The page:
Re: HoF musings
- From: McDuck <wallymcduckDELETEME@xxxxxxxxxxx>
- Date: Tue, 17 Jan 2006 20:43:39 -0500
On 15 Jan 2006 19:19:34 -0800, "Gnork" <gnork@xxxxxxxxx> quacked:
>> On Sun, 15 Jan 2006 11:40:02 -0500, Thermos <cfbltw@xxxxxxxxx>
>> >McDuck belched:
>> >> On Sun, 15 Jan 2006 09:35:06 -0500, Thermos <cfbltw@xxxxxxxxx>
>> >> quacked:
>> >>>McDuck quacked:
>snip of excessive historical speculation.
>> I think Eck is the model for the current closer (like with sutter, it
>> was injury driven). The current model obviously has flaws ---
>> especially the 3-run save. We are seeing movement away --- use of
>> Mariano and Foulke for two innings on occasion, use of both in tie
>> games. However, Foulke in 2004 was used more effectively than Mariano,
>> or so it seemed to me. Anyway, the trend is toward less rigid "save"
>> usage for the closer. Perhaps the stats will change to reflect the
>> "newer" emerging model. (Unlike James, I'd almost never use the ace
>> reliever before the 7th inning and only occasionally in the 7th ---
>> othrwise, the risk to the health of the reliever is immense.)
>Why is that? Do you boneheadedly think that if your ace reliever comes
>in the game in the 7th inning with the game on the line that he has to
>complete it? HE sure as hell does not. Let him get out of the 7th
>inning intact. Let him pitch the 8th if appropriate. Then 9 times out
>of 10, let somedamnbody else pitch the 9th. There is no magic to the
>9th inning as witnessed by career clods like Dustin Hermanson becoming
Of course I assume the ace would get relief. But if the game stays
close, you will find a lot of managers who will be tempted to keep the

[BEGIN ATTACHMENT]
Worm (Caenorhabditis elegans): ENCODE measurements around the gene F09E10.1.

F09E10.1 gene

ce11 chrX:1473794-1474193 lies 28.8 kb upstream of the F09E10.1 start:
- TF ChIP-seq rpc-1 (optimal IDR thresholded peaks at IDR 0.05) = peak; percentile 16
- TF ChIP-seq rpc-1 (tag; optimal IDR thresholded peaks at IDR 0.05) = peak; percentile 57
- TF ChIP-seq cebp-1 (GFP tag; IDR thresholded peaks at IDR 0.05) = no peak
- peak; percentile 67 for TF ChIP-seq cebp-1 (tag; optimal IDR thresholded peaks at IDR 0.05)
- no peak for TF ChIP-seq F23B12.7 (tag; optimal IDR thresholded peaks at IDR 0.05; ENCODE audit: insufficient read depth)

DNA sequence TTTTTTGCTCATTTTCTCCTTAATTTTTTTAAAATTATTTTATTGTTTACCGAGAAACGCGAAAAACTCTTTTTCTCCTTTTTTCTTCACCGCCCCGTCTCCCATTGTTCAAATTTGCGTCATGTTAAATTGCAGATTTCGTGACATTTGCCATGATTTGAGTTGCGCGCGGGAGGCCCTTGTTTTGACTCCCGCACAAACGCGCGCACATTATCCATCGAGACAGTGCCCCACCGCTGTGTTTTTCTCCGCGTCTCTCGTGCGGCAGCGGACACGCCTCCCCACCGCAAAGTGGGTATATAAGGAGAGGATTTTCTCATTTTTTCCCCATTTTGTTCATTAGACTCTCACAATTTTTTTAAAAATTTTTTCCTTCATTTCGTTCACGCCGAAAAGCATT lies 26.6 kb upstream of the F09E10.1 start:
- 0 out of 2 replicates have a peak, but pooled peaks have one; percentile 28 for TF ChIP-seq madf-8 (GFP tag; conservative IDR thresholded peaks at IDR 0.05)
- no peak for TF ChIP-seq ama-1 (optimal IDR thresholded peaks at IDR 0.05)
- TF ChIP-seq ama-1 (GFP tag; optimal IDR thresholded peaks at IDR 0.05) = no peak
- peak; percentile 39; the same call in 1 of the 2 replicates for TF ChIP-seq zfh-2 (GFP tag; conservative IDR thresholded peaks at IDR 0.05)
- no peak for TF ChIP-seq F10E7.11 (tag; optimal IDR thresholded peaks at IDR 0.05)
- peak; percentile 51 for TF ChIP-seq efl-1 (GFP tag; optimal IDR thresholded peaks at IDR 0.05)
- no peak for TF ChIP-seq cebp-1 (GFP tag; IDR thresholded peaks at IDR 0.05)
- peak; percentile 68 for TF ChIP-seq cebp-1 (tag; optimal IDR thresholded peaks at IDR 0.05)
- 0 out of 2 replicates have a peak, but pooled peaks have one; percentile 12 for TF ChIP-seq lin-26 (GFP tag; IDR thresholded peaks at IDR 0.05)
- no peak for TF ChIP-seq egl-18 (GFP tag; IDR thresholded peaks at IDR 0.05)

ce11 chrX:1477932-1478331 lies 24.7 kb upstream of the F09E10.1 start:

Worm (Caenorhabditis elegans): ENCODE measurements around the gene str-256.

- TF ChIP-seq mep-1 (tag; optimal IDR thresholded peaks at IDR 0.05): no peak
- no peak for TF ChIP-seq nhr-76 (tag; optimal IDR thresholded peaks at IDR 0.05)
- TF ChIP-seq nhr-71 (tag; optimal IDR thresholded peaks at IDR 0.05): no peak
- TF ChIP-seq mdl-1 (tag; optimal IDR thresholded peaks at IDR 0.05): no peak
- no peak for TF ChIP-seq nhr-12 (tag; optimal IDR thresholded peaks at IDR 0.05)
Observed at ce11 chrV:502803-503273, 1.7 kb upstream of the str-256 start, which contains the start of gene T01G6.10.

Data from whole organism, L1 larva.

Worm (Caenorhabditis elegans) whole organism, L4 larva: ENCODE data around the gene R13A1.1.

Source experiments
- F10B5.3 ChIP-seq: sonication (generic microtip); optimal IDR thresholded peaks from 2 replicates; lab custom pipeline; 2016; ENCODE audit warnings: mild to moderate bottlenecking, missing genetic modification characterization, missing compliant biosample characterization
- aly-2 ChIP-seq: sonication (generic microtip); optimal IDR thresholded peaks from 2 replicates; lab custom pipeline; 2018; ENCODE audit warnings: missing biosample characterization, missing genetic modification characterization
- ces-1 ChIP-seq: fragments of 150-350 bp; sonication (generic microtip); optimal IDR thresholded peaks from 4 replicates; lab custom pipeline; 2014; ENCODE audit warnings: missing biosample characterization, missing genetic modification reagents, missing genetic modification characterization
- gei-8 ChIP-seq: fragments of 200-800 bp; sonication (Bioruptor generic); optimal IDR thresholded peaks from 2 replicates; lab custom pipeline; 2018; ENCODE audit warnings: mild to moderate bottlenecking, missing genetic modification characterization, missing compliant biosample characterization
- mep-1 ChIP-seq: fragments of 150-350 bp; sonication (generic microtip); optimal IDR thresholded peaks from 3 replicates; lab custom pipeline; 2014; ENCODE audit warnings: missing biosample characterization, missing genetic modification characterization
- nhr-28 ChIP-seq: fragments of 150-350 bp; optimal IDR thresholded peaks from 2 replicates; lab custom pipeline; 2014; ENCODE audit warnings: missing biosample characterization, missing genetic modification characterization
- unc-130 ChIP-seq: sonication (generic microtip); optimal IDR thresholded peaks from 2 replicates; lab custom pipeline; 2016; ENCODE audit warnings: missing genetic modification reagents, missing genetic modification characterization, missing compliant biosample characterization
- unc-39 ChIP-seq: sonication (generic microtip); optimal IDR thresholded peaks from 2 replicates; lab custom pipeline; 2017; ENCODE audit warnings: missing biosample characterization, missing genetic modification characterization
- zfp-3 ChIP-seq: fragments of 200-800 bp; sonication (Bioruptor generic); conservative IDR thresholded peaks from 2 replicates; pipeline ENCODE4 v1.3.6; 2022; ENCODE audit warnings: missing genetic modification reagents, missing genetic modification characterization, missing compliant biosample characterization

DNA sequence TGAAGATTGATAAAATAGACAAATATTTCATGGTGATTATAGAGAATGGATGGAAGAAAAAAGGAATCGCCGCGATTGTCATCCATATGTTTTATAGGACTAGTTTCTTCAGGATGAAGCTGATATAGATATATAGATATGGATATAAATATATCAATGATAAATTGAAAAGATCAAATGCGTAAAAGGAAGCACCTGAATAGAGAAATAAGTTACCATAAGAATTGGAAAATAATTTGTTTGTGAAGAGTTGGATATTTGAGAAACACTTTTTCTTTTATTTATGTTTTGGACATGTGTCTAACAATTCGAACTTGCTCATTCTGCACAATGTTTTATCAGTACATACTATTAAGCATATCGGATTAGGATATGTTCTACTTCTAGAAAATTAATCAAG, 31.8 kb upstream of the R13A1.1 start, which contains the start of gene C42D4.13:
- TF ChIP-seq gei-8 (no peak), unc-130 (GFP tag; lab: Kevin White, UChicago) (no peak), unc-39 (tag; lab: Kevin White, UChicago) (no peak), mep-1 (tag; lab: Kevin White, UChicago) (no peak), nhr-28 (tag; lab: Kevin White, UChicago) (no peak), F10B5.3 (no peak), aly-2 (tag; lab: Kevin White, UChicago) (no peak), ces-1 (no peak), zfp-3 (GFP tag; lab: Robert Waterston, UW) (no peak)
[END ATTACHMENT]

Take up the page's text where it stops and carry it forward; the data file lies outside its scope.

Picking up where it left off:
ace in the game too long. And you will get "bonehead" fans complaining
if the game is lost when the Dustin Hermanson lookalike comes in for
the 8th or 9th and blows the game. However, as I said, I STILL am
prepared for some use in the 7th.
As for coming in before the 7th, I have several objections. First is
basically the same one I gave above --- overuse. Second, although I
can imaging that the 5th inning with 2 outs and the bases loaded
**may** be the most important inning of th game (think 2d game of the
playoff against Chi WS this year), it is generally difficult to make
that determination, as there are so many innings left that lots can
happen. Third, I think the "order" in the BP gets really upset when
the ace is not used in some regular pattern. I don't really see whay
this has to be true, but it does appear to be true in many cases.
>> Still, the one great advantage of the modern closer rule is that it
>> keeps managers from grossly abusing the stud reliever. Can you imagine
>> what would have happened to Ryan last year with Baltimore if there had
>> not been a lot of pressure to roughly conform to the closer model? It
>> was bad enough as it was.
>You continually toss out crap with no backup. What was the deal with
>Ryan? I do NOT imagine any problems, but I know you work overtime to
>imagine them in every situation involving pitchers.
The "boneheaded" and soon-to-be-fired manager of the Orioles was
maddly overusing Ryan early in the season, most especially in the
> >Now an Earl Weaver can be trusted to protect
>> his stud reliever, and any RS manager could be expected to do so, due
>> to FO (Theo) interference. So, in principle, the BJ approach is good.
>> But in practice for many teams, it is a disaster --- blowing out the
>> arm of the best reliever on the team. The FIRST job of any mamager is
>> to protect the health of his players --- that is more important to
>> winning than any other contribution he can make to winning.
>Bull. Do what it takes to win the game. The trainers job is to protect
>the player's health. I'm sure they have input with the managers who do
>not want anyone hurt.
The trainers know almost nothing about player usage. Why would you
think they would? Do we now make stat knowledge a requirement for
>> I'm pretty sure that Mariano would not have had his longevity if the
>> usage pattern in place in the Gossage era were in effect now. Just a
>> guess, of course, but that is the worry with the ace reliever model
>> --- bad or mediocre managers doing great damage to great players.
>Want a Kleenix?
I can understand your lack of concern for Mariano's health.
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